Federal Subsidies Create Few Green Jobs
(p. F2) . . . solar power, which makes extensive use of robots in fabricating the cells, and has no moving parts to service once it is up and running, may be an odd choice for job creation.
"It's just not that labor-intensive," said Howard Axelrod, an engineer and economist. And as for the jobs it creates, there may be a price elsewhere, Dr. Axelrod said.
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Build enough solar plants and some coal plants will shut down; that would amount to firing Peter to hire Paul.
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And, economists point out, some of the work that renewable energy creates goes to people who already have jobs -- roofers who install the panels or truck drivers who move them around, or steel workers who make towers for new wind machines.
Some of the jobs could eventually go elsewhere. Two years ago, Evergreen Solar, which got $58 million in aid from Massachusetts for a factory in Devens, said it would shift production to China instead.
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The debate is part of a larger discussion of what constitutes a "green" job. In October 2009, Congress gave the Bureau of Labor Statistics a special appropriation to count them.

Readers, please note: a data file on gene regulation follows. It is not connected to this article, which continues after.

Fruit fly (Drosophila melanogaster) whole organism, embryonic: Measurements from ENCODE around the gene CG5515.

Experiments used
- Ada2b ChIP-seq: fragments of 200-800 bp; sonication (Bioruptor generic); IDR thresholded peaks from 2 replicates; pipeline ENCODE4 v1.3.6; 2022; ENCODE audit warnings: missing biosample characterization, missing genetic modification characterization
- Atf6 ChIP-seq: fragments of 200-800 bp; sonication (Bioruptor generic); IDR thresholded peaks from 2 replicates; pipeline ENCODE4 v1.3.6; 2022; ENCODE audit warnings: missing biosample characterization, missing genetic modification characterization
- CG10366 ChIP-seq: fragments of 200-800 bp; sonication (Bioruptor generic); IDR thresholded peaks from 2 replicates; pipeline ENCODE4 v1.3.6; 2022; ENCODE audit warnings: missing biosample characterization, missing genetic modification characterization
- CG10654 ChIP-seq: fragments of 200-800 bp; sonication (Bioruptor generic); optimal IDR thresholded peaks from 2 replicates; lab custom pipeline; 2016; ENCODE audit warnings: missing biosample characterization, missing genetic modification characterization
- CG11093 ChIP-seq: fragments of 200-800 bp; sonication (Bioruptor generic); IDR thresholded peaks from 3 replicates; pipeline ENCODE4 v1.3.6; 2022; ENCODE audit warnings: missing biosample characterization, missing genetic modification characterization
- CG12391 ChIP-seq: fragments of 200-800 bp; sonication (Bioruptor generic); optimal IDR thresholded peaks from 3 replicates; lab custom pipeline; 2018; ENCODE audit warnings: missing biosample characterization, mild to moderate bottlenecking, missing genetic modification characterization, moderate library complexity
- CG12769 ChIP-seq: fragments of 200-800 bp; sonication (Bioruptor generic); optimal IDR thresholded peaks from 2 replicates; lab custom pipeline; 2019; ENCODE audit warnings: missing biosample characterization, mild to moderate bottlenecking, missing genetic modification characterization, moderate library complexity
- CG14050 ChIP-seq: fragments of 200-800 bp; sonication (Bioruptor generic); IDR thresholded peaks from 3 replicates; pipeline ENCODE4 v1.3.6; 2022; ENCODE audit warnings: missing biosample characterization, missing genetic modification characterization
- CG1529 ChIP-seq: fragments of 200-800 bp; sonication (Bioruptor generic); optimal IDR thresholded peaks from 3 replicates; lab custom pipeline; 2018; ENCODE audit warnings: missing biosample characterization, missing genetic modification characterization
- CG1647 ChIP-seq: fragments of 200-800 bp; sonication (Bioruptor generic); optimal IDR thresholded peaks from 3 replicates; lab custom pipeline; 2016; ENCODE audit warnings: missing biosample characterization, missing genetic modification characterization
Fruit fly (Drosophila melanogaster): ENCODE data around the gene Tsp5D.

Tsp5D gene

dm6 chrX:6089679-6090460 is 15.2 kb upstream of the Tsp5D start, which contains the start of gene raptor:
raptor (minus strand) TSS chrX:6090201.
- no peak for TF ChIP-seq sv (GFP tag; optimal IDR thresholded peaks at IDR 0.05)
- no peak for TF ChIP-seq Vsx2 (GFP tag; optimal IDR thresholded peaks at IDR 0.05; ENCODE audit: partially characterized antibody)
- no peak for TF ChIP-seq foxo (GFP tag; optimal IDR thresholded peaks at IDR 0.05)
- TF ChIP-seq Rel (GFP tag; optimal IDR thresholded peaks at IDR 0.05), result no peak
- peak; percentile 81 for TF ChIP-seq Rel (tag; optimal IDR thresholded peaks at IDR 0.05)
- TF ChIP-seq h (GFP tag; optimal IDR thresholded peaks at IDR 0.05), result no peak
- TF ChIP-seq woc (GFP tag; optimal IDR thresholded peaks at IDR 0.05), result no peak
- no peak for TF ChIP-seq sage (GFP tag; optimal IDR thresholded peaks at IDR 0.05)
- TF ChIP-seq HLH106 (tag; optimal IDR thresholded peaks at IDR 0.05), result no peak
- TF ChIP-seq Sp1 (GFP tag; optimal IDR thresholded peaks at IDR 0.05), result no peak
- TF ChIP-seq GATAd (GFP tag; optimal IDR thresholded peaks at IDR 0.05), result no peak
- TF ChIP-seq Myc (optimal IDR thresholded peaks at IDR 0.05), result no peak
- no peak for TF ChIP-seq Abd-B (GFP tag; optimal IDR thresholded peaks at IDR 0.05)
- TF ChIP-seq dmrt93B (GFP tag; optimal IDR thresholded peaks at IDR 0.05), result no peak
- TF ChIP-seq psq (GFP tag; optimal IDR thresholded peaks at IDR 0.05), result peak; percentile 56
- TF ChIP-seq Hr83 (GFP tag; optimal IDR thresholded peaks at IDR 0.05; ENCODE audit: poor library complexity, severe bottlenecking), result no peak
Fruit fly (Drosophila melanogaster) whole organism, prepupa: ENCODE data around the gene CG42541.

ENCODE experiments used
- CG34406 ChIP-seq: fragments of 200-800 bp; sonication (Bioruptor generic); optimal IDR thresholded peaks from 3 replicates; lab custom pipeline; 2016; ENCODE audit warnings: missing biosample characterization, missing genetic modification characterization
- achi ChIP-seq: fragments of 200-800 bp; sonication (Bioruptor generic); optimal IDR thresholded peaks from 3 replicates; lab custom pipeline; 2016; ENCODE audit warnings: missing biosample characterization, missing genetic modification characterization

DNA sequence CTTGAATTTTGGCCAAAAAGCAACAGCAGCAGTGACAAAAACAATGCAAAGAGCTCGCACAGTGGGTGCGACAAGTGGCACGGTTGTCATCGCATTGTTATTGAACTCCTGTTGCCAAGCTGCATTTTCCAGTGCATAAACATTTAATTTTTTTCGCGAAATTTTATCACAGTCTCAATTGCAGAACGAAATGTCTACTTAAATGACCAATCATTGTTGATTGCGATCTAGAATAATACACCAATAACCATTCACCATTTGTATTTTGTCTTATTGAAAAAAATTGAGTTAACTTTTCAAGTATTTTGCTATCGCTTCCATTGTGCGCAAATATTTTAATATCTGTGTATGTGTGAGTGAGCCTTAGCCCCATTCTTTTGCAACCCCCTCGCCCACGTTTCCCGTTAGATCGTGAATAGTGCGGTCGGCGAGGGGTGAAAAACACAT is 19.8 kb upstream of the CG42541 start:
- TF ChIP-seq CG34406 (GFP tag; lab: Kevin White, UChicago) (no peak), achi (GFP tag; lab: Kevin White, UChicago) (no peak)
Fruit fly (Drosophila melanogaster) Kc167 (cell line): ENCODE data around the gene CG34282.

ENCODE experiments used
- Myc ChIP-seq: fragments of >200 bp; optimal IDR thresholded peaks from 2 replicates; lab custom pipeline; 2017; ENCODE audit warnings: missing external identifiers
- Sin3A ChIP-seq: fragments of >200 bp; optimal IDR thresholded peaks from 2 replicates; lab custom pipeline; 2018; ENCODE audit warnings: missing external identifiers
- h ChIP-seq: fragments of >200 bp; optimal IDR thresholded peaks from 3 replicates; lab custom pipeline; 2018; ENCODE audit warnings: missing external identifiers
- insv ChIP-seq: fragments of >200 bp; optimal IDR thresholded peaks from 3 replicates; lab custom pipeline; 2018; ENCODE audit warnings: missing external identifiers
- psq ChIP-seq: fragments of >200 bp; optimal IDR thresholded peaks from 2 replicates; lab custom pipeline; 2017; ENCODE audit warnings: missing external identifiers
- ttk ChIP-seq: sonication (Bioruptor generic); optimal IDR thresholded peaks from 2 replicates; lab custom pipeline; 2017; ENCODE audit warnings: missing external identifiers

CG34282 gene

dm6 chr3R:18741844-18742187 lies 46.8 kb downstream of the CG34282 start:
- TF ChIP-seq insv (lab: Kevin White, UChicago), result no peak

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"Driving a bus is driving a bus, right?" said Connie Mack, Republican of Florida. Hilda Solis, the secretary of labor, said they were "green buses." But aides later clarified that the bureau counted any bus driving job as green because it preserved natural resources.
None of this suggests that green is bad, just that it is not particularly job-heavy. In December 2010, Susan Combs, the comptroller of Texas, reported that school districts in her state were giving tax abatements to lure new jobs, but had to give $1.6 million for every wind energy job. Manufacturing jobs could be created for $166,000 each.
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(Note: the online version of the article has the date October 25, 2011.)